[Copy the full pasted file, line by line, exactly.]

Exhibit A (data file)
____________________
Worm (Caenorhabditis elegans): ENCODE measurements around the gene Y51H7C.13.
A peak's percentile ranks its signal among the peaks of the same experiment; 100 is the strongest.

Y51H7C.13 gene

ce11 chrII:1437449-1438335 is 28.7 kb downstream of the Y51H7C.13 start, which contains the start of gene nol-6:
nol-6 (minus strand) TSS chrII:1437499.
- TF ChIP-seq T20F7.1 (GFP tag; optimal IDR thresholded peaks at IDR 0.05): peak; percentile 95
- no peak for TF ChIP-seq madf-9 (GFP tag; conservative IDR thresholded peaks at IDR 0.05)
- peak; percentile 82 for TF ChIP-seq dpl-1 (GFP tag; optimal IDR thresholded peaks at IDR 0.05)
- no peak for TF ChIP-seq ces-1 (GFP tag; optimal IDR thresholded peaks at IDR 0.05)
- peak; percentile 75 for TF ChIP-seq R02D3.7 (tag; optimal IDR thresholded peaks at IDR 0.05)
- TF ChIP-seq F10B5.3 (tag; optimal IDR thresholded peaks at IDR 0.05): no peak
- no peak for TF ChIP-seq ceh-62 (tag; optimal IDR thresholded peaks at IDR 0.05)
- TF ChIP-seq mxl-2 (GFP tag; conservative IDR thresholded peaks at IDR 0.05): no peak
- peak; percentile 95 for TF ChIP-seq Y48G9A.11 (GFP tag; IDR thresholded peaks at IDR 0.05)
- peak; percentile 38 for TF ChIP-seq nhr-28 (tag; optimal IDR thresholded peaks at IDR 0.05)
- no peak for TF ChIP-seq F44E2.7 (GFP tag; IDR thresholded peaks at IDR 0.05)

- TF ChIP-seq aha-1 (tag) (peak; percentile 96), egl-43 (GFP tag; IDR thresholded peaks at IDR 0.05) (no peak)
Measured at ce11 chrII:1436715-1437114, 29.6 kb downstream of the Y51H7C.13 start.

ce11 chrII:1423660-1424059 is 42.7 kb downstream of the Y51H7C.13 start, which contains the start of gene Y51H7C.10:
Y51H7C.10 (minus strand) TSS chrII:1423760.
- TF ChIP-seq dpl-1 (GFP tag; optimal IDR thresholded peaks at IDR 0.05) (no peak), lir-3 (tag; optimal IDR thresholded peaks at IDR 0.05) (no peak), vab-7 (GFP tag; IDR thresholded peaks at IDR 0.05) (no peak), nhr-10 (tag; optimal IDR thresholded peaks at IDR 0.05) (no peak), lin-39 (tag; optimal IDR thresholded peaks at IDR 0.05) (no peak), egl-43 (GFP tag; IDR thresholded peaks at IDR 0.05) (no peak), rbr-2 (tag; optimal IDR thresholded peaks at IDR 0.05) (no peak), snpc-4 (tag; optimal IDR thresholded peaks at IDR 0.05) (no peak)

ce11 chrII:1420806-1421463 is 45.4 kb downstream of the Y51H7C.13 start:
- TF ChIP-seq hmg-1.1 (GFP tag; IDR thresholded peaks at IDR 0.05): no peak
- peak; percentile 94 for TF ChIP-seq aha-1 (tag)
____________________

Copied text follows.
Worm (Caenorhabditis elegans): ENCODE measurements around the gene Y51H7C.13.
A peak's percentile ranks its signal among the peaks of the same experiment; 100 is the strongest.

Y51H7C.13 gene

ce11 chrII:1437449-1438335 is 28.7 kb downstream of the Y51H7C.13 start, which contains the start of gene nol-6:
nol-6 (minus strand) TSS chrII:1437499.
- TF ChIP-seq T20F7.1 (GFP tag; optimal IDR thresholded peaks at IDR 0.05): peak; percentile 95
- no peak for TF ChIP-seq madf-9 (GFP tag; conservative IDR thresholded peaks at IDR 0.05)
- peak; percentile 82 for TF ChIP-seq dpl-1 (GFP tag; optimal IDR thresholded peaks at IDR 0.05)
- no peak for TF ChIP-seq ces-1 (GFP tag; optimal IDR thresholded peaks at IDR 0.05)
- peak; percentile 75 for TF ChIP-seq R02D3.7 (tag; optimal IDR thresholded peaks at IDR 0.05)
- TF ChIP-seq F10B5.3 (tag; optimal IDR thresholded peaks at IDR 0.05): no peak
- no peak for TF ChIP-seq ceh-62 (tag; optimal IDR thresholded peaks at IDR 0.05)
- TF ChIP-seq mxl-2 (GFP tag; conservative IDR thresholded peaks at IDR 0.05): no peak
- peak; percentile 95 for TF ChIP-seq Y48G9A.11 (GFP tag; IDR thresholded peaks at IDR 0.05)
- peak; percentile 38 for TF ChIP-seq nhr-28 (tag; optimal IDR thresholded peaks at IDR 0.05)
- no peak for TF ChIP-seq F44E2.7 (GFP tag; IDR thresholded peaks at IDR 0.05)

- TF ChIP-seq aha-1 (tag) (peak; percentile 96), egl-43 (GFP tag; IDR thresholded peaks at IDR 0.05) (no peak)
Measured at ce11 chrII:1436715-1437114, 29.6 kb downstream of the Y51H7C.13 start.

ce11 chrII:1423660-1424059 is 42.7 kb downstream of the Y51H7C.13 start, which contains the start of gene Y51H7C.10:
Y51H7C.10 (minus strand) TSS chrII:1423760.
- TF ChIP-seq dpl-1 (GFP tag; optimal IDR thresholded peaks at IDR 0.05) (no peak), lir-3 (tag; optimal IDR thresholded peaks at IDR 0.05) (no peak), vab-7 (GFP tag; IDR thresholded peaks at IDR 0.05) (no peak), nhr-10 (tag; optimal IDR thresholded peaks at IDR 0.05) (no peak), lin-39 (tag; optimal IDR thresholded peaks at IDR 0.05) (no peak), egl-43 (GFP tag; IDR thresholded peaks at IDR 0.05) (no peak), rbr-2 (tag; optimal IDR thresholded peaks at IDR 0.05) (no peak), snpc-4 (tag; optimal IDR thresholded peaks at IDR 0.05) (no peak)

ce11 chrII:1420806-1421463 is 45.4 kb downstream of the Y51H7C.13 start:
- TF ChIP-seq hmg-1.1 (GFP tag; IDR thresholded peaks at IDR 0.05): no peak
- peak; percentile 94 for TF ChIP-seq aha-1 (tag)